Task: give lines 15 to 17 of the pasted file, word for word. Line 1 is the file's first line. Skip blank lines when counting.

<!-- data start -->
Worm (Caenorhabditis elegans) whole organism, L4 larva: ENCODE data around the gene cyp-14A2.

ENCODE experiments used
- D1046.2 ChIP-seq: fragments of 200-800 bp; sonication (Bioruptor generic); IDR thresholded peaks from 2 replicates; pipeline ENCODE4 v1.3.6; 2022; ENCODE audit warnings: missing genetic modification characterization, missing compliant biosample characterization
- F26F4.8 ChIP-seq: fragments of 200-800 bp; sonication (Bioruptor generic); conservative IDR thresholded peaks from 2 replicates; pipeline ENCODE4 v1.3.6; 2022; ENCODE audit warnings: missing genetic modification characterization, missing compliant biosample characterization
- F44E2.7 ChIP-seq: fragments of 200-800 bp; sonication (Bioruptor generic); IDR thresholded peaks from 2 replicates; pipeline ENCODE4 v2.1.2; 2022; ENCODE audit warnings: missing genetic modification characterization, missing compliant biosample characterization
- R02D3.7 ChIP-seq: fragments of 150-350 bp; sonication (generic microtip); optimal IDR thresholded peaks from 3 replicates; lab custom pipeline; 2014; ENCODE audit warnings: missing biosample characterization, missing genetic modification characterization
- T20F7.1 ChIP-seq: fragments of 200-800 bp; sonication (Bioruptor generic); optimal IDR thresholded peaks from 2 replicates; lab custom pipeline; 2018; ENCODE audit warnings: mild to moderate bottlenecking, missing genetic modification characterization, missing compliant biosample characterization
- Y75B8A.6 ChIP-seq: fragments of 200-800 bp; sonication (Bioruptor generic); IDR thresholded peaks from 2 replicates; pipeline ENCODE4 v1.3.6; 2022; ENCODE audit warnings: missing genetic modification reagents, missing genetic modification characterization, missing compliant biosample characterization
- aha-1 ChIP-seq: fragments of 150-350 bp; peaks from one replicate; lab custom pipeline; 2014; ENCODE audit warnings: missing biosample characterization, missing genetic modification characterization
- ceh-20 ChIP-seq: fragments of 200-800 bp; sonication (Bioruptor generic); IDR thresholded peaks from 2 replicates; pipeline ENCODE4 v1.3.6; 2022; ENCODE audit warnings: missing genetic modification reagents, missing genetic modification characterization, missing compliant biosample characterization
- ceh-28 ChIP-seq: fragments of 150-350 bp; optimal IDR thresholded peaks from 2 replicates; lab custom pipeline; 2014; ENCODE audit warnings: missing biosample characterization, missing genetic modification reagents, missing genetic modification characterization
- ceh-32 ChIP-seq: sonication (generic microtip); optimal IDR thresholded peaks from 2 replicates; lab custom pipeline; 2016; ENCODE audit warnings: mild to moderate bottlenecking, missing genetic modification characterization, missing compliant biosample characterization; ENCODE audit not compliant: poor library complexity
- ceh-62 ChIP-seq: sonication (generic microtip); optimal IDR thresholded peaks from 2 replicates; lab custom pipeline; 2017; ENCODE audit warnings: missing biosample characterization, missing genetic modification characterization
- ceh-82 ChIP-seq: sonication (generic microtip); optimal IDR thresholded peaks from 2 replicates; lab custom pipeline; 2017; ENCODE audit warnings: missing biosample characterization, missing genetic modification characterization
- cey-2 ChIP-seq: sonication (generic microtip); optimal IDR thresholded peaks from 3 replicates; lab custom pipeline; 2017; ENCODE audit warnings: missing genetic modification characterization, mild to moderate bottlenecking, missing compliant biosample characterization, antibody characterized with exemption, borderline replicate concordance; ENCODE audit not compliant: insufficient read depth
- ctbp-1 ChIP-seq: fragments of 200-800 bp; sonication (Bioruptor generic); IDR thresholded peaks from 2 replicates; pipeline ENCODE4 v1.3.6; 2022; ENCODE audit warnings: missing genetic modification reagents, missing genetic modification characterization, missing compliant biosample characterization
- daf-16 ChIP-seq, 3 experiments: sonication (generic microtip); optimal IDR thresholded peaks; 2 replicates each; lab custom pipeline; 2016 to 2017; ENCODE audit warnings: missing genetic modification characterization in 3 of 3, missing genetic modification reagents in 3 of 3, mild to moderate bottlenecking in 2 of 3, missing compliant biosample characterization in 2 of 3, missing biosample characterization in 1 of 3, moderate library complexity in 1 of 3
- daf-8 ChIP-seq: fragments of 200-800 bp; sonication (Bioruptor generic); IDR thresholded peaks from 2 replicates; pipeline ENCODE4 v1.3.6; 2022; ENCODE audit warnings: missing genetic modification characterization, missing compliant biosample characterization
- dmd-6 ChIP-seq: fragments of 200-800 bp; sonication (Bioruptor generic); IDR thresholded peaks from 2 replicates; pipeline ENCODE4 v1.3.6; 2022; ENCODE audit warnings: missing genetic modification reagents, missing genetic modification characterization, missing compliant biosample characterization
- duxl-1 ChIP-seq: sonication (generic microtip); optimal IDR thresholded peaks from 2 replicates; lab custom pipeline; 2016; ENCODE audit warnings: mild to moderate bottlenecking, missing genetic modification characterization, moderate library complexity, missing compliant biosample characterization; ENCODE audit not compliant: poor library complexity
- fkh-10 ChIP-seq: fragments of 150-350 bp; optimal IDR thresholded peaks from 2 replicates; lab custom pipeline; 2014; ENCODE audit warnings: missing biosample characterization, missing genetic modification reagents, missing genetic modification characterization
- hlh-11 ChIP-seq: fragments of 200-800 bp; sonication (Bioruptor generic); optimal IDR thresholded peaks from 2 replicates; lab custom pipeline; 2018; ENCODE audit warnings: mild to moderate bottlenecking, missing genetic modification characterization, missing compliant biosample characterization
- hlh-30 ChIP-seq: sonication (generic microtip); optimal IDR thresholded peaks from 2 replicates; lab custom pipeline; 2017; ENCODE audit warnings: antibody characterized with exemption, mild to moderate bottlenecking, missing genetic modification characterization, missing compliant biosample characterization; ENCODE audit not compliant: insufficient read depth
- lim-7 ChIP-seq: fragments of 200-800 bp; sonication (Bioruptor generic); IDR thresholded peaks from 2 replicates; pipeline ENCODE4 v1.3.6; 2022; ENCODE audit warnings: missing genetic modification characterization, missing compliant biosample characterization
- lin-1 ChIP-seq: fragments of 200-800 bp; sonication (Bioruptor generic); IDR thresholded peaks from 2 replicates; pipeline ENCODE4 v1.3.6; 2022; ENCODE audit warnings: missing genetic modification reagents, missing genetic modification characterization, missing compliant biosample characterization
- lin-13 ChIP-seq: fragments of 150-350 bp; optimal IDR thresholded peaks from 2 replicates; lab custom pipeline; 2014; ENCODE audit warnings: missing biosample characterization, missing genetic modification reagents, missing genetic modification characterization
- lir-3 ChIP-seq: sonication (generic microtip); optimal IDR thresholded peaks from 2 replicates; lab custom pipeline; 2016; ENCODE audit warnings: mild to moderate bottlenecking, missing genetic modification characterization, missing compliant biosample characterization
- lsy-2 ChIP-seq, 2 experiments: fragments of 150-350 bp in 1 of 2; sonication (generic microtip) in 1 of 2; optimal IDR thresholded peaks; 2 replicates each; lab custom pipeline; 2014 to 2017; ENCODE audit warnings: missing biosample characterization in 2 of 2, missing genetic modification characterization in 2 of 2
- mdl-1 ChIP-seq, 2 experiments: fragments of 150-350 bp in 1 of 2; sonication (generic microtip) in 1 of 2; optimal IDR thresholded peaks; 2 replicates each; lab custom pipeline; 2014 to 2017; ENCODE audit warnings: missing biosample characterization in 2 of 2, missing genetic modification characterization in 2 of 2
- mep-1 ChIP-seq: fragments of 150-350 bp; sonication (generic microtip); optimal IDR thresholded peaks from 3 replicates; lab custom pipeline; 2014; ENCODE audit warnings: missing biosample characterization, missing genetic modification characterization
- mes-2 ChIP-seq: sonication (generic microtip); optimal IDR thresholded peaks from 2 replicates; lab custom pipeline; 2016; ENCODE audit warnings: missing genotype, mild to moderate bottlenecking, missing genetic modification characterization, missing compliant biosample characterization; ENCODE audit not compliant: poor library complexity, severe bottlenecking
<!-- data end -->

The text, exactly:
- cey-2 ChIP-seq: sonication (generic microtip); optimal IDR thresholded peaks from 3 replicates; lab custom pipeline; 2017; ENCODE audit warnings: missing genetic modification characterization, mild to moderate bottlenecking, missing compliant biosample characterization, antibody characterized with exemption, borderline replicate concordance; ENCODE audit not compliant: insufficient read depth
- ctbp-1 ChIP-seq: fragments of 200-800 bp; sonication (Bioruptor generic); IDR thresholded peaks from 2 replicates; pipeline ENCODE4 v1.3.6; 2022; ENCODE audit warnings: missing genetic modification reagents, missing genetic modification characterization, missing compliant biosample characterization
- daf-16 ChIP-seq, 3 experiments: sonication (generic microtip); optimal IDR thresholded peaks; 2 replicates each; lab custom pipeline; 2016 to 2017; ENCODE audit warnings: missing genetic modification characterization in 3 of 3, missing genetic modification reagents in 3 of 3, mild to moderate bottlenecking in 2 of 3, missing compliant biosample characterization in 2 of 3, missing biosample characterization in 1 of 3, moderate library complexity in 1 of 3